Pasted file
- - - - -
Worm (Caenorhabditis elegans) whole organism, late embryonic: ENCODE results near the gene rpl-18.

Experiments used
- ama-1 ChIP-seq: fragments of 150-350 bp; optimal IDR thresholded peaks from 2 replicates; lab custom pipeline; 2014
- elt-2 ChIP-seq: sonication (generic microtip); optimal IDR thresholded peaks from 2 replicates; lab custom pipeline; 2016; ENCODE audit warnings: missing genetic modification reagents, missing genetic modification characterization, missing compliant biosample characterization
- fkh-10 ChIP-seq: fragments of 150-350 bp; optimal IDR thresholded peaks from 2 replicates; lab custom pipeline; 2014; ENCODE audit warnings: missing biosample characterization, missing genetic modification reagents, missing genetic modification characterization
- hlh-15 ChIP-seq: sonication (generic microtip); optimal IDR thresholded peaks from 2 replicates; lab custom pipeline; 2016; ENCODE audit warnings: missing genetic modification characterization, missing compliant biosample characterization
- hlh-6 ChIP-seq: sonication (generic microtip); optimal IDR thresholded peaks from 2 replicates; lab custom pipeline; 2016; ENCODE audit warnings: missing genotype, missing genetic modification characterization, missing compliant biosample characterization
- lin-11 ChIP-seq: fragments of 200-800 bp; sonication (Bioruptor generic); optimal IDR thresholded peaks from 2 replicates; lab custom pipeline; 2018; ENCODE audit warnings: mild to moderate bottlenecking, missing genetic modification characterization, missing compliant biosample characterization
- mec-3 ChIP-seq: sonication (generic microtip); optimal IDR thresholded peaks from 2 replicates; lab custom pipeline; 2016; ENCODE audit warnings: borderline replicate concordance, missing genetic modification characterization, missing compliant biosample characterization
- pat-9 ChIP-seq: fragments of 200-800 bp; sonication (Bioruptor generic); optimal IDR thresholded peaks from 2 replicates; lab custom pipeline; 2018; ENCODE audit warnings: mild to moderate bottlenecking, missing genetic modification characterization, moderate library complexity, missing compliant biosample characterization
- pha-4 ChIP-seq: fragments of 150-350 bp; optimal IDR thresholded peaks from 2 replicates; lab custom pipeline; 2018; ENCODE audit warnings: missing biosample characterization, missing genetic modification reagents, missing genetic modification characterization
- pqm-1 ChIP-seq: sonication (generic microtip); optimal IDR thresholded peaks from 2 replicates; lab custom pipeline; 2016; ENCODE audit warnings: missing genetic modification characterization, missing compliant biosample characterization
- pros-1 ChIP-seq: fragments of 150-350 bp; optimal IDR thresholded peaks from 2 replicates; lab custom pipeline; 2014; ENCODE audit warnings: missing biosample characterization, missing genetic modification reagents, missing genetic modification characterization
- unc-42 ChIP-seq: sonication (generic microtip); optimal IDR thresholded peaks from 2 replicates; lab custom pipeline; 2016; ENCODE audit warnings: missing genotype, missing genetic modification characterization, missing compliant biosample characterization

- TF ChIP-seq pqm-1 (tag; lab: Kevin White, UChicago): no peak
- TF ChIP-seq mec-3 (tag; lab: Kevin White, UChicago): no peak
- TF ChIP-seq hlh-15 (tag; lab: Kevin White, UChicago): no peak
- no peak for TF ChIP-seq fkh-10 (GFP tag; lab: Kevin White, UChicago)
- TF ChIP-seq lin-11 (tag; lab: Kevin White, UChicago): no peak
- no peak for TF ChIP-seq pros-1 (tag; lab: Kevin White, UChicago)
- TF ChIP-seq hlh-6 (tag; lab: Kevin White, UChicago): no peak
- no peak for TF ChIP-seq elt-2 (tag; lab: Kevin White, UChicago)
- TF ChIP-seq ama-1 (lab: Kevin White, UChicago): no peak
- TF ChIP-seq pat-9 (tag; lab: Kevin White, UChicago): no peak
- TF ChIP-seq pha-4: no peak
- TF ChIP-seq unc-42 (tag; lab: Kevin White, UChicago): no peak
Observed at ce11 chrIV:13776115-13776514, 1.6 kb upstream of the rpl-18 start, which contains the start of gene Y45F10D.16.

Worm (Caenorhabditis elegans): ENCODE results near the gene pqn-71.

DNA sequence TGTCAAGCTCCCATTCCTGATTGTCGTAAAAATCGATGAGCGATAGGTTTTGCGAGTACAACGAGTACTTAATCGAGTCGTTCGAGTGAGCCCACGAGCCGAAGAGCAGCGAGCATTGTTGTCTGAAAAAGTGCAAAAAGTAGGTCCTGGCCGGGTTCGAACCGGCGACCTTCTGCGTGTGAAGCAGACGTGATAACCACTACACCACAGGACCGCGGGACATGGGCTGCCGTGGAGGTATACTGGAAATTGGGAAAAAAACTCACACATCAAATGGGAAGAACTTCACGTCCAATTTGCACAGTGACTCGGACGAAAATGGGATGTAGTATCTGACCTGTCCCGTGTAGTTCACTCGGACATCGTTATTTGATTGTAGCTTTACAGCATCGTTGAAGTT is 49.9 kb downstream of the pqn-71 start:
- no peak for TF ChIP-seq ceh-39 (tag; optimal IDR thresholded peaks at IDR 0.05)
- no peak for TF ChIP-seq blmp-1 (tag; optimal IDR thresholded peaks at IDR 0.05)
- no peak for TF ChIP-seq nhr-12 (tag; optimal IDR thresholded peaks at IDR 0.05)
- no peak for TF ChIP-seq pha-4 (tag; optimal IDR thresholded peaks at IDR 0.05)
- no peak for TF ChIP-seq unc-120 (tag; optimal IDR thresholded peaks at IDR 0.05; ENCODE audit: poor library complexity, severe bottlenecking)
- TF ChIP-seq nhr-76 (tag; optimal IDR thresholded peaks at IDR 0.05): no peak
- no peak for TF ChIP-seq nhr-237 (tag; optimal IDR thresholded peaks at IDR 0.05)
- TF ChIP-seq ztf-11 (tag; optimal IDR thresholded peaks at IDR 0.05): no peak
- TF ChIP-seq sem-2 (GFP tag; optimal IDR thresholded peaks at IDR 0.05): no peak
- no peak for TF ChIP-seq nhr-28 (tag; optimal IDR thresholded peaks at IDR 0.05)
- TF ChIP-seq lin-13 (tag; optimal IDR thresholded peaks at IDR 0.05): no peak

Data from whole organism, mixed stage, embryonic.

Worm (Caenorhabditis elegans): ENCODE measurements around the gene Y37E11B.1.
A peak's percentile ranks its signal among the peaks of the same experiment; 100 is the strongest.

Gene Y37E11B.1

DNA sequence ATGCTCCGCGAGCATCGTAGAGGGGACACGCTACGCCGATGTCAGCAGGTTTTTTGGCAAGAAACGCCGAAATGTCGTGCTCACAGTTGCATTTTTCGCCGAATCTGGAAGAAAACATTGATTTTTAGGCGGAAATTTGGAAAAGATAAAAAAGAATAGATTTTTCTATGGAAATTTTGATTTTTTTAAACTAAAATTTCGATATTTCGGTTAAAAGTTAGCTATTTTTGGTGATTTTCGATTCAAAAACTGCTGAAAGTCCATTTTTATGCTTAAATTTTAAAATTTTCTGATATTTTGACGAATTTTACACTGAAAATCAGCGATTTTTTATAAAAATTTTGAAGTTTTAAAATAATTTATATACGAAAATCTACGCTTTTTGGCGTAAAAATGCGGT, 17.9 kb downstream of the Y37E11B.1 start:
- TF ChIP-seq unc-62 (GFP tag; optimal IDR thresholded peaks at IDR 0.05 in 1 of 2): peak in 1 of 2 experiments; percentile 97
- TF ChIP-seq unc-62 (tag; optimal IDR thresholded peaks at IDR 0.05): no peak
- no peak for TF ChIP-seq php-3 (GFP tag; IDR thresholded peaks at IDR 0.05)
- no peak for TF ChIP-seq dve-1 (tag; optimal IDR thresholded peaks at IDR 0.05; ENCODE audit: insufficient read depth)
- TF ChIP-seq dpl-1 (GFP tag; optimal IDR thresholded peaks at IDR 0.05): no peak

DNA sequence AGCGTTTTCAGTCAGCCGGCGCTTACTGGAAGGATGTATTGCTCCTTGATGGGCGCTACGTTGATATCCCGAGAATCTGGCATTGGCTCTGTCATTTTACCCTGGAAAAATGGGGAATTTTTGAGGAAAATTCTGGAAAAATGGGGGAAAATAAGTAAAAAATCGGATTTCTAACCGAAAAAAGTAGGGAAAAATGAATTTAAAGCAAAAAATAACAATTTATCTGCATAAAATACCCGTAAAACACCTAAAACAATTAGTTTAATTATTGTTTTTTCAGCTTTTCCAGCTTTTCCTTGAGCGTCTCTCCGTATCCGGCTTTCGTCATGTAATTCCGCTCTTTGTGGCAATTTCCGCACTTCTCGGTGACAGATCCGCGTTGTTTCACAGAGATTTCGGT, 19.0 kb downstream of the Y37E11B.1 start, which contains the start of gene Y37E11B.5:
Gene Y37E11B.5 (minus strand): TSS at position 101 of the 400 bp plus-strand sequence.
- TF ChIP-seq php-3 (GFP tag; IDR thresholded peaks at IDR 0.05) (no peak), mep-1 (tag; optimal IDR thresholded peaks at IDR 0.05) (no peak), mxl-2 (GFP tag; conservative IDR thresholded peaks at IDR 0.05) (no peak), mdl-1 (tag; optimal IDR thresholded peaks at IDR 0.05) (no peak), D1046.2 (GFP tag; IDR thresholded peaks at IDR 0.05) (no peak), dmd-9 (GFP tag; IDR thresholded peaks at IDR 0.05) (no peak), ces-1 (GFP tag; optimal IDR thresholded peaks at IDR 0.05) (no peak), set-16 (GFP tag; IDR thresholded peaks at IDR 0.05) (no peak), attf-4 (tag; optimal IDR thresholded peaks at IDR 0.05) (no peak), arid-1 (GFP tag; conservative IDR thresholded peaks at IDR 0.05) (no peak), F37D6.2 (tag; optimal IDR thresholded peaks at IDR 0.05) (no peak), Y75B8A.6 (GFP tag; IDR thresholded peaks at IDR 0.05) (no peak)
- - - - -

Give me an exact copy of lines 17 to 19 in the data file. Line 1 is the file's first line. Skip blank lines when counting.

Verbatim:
- TF ChIP-seq hlh-15 (tag; lab: Kevin White, UChicago): no peak
- no peak for TF ChIP-seq fkh-10 (GFP tag; lab: Kevin White, UChicago)
- TF ChIP-seq lin-11 (tag; lab: Kevin White, UChicago): no peak